PARK CITY, Utah (ABC4 News) – There was a heightened police presence in Park City ahead of the premiere of a documentary detailing alleged sexual abuse of young boys at the hands of late pop star Michael Jackson.
“Leaving Neverland” premiered at the Sundance Film Festival Friday morning to a huge crowd, many waiting in line for standby tickets to the controversial documentary, in which several of Jackson’s former accusers renounce previous claims that he did not molest them at his Neverland home when they were younger.
One of the alleged victims testified more than ten years ago that the pop star did not abuse him, leading to an acquittal on sexual abuse charges against Jackson. Now, that alleged victim is claiming in the documentary that he had not fully processed what happened and is now changing his story.
“I don’t think this film is about providing a voice for a victim,” said Catherine Van Tieghen, who came from Canada to protest the documentary that she called “defamatory.”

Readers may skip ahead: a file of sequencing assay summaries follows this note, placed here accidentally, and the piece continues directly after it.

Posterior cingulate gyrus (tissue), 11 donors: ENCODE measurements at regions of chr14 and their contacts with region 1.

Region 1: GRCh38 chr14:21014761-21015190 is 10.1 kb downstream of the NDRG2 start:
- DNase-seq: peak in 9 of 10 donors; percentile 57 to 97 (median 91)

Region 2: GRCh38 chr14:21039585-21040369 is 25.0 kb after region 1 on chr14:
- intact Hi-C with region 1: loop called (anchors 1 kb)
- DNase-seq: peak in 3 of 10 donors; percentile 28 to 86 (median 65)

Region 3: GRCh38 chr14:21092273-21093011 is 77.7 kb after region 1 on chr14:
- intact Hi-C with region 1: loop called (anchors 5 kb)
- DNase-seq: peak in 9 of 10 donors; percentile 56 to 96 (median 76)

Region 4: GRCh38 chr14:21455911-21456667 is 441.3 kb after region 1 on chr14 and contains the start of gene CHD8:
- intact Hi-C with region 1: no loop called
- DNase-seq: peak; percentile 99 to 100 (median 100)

“If Michael were alive this film would not be legal…,” said Van Tieghen, who traveled to Park City with a friend to protest the film. “There are no laws currently that protect deceased people from defamation…”
The First Amendment may, in some jurisdictions, protect individuals from defamation tort when the subject of the statement is a deceased person. Still, the Jackson estate has slammed the documentary as defamatory as well. It’s unclear whether litigation will follow.
“I think the timing of it is quite interesting,” said Sundance visitor and New York attorney Damali Peterman, “especially with all the other controversies with Bill Cosby and others – and at the height of the Me Too movement; and so I think it makes it more interesting, because now we have children as the victims.”
Reports of death threats against the director of the film, Dan Reed, prompted the extra police presence, according to law enforcement sources. The film’s premiere in Salt Lake City at the Broadway Centre Cinema 3 Saturday may also draw extra security.